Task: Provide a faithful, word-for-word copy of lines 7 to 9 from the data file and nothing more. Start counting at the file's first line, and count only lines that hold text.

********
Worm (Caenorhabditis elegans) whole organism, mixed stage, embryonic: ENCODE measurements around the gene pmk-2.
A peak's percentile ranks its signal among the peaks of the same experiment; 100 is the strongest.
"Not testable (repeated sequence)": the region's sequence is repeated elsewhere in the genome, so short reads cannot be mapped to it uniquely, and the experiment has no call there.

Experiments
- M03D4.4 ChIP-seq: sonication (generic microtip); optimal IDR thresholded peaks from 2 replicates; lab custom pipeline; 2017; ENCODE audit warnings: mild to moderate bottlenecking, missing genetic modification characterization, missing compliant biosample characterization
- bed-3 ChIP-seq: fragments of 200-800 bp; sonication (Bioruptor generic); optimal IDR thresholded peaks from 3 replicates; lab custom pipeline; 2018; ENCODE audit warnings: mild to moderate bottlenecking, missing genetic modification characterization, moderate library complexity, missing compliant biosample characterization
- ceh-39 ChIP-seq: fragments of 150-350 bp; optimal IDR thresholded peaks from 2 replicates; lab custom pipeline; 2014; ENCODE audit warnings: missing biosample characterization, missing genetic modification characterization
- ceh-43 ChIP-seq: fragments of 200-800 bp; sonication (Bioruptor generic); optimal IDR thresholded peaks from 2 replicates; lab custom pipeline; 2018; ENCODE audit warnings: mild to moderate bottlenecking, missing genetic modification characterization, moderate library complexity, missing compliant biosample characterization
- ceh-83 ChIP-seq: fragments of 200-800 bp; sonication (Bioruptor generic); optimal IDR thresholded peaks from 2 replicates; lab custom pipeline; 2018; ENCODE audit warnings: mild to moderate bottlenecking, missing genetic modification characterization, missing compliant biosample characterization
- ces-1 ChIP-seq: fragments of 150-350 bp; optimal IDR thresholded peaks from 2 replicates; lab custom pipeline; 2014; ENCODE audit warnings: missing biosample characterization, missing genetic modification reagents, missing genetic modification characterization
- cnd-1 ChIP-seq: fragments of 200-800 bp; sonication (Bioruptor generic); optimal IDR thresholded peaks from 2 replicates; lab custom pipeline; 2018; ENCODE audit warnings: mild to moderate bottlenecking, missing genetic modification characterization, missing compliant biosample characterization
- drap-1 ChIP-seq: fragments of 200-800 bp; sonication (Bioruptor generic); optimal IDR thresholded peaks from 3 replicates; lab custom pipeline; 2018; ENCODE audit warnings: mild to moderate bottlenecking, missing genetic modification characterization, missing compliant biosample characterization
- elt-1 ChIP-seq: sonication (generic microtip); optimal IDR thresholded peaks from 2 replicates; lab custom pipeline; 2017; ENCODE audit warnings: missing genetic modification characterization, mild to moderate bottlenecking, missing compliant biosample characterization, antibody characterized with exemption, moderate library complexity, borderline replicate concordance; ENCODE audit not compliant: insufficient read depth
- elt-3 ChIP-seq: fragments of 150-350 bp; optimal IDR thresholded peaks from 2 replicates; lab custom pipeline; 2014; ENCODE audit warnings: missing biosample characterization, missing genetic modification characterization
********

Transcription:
- ceh-39 ChIP-seq: fragments of 150-350 bp; optimal IDR thresholded peaks from 2 replicates; lab custom pipeline; 2014; ENCODE audit warnings: missing biosample characterization, missing genetic modification characterization
- ceh-43 ChIP-seq: fragments of 200-800 bp; sonication (Bioruptor generic); optimal IDR thresholded peaks from 2 replicates; lab custom pipeline; 2018; ENCODE audit warnings: mild to moderate bottlenecking, missing genetic modification characterization, moderate library complexity, missing compliant biosample characterization
- ceh-83 ChIP-seq: fragments of 200-800 bp; sonication (Bioruptor generic); optimal IDR thresholded peaks from 2 replicates; lab custom pipeline; 2018; ENCODE audit warnings: mild to moderate bottlenecking, missing genetic modification characterization, missing compliant biosample characterization